Academic Weapons

AP Capstone Program Open to Current Freshmen, Sophomores


Tyler Kukla

Raising his hand to ask a question, junior Jack Garrett pays attention to the lecture in his AP Seminar class. AP Seminar is the first course in the AP Capstone program, a two-year program where students learn how to analyze, conduct research and give presentations and write essays over their findings. “Both [classes] are centered around research,” AP Research student and junior Amanda Eklund said. “Seminar [teaches you] how to research, and [you] look at other people’s research and combine th[eir] ideas together [for a grade], while Research is conducting your own [experiment].” To learn more about this program and enroll in it for the 2023-2024 school year, contact AP Research teacher Lauren Brannan at [email protected].

Kacey Miller, Reporter

The AP Capstone diploma program, run by College Board, will be open again this year to ninth and tenth graders as class options in Home Access Center when it allows students to make their course selections. The two-year program consists of two classes, AP Seminar and AP Research. AP Seminar, which teaches students college-level analysis and researching skills, is the prerequisite to AP Research, a class where students put the skills they learned in Seminar into practice and conduct their own research project about a topic of their choice.

“Both [classes] are centered around research,” AP Research student and junior Amanda Eklund said. “Seminar [teaches you] how to research, and [you] look at other people’s research and combine th[eir] ideas together [for a grade], while Research is conducting your own [experiment].”

The AP Seminar class includes a group project, an individual project, and an AP exam at the end of the year. Currently, Seminar students are transitioning into their individual projects after group presentations were finished last week.

“AP Seminar is kind of like training you up to be able to formulate your own research,” junior and AP Research student, Kira Griffin, said. “The Seminar class [is] like the basis of understanding [research], and in the Research class we’re more so creating our own [project]. We basically have complete freedom with what we [research] and how we [research] it. It has to check a couple boxes as far as [writing] the essay goes, but we basically have complete topic freedom, method freedom, and it’s very individual and self-paced. Everyone’s topic is so different.”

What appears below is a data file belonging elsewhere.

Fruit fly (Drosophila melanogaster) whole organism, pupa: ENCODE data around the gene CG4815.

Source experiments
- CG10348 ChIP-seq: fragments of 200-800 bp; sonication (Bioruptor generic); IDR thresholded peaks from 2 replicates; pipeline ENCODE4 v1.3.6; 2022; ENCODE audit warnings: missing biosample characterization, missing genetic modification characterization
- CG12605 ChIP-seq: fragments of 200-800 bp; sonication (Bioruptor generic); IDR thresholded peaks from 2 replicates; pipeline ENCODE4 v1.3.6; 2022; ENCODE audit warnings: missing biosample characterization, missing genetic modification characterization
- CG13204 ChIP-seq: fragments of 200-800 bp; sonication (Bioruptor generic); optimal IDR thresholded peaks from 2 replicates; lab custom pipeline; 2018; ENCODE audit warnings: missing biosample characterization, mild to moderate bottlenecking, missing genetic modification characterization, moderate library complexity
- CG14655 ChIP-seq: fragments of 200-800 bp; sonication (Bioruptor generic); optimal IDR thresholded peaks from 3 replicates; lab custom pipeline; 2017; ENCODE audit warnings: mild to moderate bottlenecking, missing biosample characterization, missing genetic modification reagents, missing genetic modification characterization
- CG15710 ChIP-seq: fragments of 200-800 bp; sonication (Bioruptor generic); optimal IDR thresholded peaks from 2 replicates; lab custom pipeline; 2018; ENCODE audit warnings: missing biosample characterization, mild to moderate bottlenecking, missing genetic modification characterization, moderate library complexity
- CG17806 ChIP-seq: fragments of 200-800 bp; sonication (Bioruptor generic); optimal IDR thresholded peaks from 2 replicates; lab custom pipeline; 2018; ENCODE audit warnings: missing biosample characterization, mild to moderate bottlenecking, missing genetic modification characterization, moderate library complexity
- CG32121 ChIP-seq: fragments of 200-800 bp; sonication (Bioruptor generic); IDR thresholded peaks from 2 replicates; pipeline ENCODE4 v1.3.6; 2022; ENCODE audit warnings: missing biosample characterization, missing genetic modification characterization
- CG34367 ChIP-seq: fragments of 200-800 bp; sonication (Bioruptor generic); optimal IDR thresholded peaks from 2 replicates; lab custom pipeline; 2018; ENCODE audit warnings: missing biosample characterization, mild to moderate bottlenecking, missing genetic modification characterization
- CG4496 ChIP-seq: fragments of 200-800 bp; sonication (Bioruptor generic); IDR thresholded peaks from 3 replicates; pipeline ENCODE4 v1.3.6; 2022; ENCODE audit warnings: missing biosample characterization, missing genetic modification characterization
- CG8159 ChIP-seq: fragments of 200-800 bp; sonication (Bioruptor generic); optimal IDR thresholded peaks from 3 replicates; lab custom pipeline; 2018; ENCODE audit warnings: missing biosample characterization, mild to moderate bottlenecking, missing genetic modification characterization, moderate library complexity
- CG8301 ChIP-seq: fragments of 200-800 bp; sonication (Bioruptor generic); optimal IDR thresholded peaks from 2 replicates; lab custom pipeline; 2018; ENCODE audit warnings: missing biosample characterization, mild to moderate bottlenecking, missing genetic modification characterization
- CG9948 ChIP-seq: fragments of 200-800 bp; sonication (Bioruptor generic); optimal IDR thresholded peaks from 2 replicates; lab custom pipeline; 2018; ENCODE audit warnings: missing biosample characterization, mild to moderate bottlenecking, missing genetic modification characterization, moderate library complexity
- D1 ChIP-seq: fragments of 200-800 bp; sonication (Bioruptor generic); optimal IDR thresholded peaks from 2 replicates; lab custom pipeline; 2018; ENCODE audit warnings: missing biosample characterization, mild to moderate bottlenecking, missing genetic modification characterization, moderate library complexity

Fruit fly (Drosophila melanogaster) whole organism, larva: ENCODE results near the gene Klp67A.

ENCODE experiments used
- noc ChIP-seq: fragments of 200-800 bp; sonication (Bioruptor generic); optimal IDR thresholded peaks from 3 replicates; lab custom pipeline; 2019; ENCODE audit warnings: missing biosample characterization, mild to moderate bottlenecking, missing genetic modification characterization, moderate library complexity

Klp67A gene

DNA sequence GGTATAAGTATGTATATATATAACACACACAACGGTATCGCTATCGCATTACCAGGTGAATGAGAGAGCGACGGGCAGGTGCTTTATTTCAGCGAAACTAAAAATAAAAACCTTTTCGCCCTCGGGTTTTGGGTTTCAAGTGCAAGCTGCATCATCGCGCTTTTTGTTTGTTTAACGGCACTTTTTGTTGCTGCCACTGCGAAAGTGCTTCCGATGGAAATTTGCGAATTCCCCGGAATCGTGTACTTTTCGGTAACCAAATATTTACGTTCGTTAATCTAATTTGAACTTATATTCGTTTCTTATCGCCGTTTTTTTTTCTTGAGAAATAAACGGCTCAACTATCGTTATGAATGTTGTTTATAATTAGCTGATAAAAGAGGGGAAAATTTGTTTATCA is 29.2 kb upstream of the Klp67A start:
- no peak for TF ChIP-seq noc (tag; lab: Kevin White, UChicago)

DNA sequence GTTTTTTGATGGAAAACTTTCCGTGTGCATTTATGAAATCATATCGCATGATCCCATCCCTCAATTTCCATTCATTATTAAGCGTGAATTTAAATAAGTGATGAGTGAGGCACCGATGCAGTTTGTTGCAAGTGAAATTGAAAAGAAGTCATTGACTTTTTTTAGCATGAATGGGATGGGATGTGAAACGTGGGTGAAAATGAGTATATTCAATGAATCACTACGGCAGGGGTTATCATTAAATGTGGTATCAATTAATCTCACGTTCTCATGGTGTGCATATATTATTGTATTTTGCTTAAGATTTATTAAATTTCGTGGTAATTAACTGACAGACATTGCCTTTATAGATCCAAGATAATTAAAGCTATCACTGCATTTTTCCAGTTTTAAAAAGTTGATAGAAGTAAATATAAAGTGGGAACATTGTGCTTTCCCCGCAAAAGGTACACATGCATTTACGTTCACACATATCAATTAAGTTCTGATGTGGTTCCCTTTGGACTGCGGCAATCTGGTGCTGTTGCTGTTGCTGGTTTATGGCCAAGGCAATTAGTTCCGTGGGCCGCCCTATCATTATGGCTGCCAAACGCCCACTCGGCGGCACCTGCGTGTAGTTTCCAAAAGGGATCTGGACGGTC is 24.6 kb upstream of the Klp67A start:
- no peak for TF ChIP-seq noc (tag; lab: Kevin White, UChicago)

Research students spend the first part of the school year picking their research topic that they will write a 5,000-word essay over, which is written throughout the year in pieces, and give a 20-minute presentation about their research at the end of the year. The essay and recorded presentation are both submitted to College Board for scoring.

“As far as the essay goes, we have deadlines for [different parts of it], but all the in-between is just kind of mush,” Griffin said. “Whatever works for each person individually to get them to where they need to be by the end of each deadline is just whatever they need to do.”

The presentation will be given in April, and is done in front of a panel of judges who ask questions about a student’s topic after they present their research.

“[The presentation] is taking [your] paper and transitioning it from [an essay] to quick snap-shots of what happens in your project and how it went,” Eklund said. “It’s taking the paper and condensing it into slides and a presentation.”

Research students are currently in the data-collecting phase of their projects, and have spent January and February surveying, interviewing and experimenting with students from around school. They are gathering information from students related to what question they are trying to answer through their research.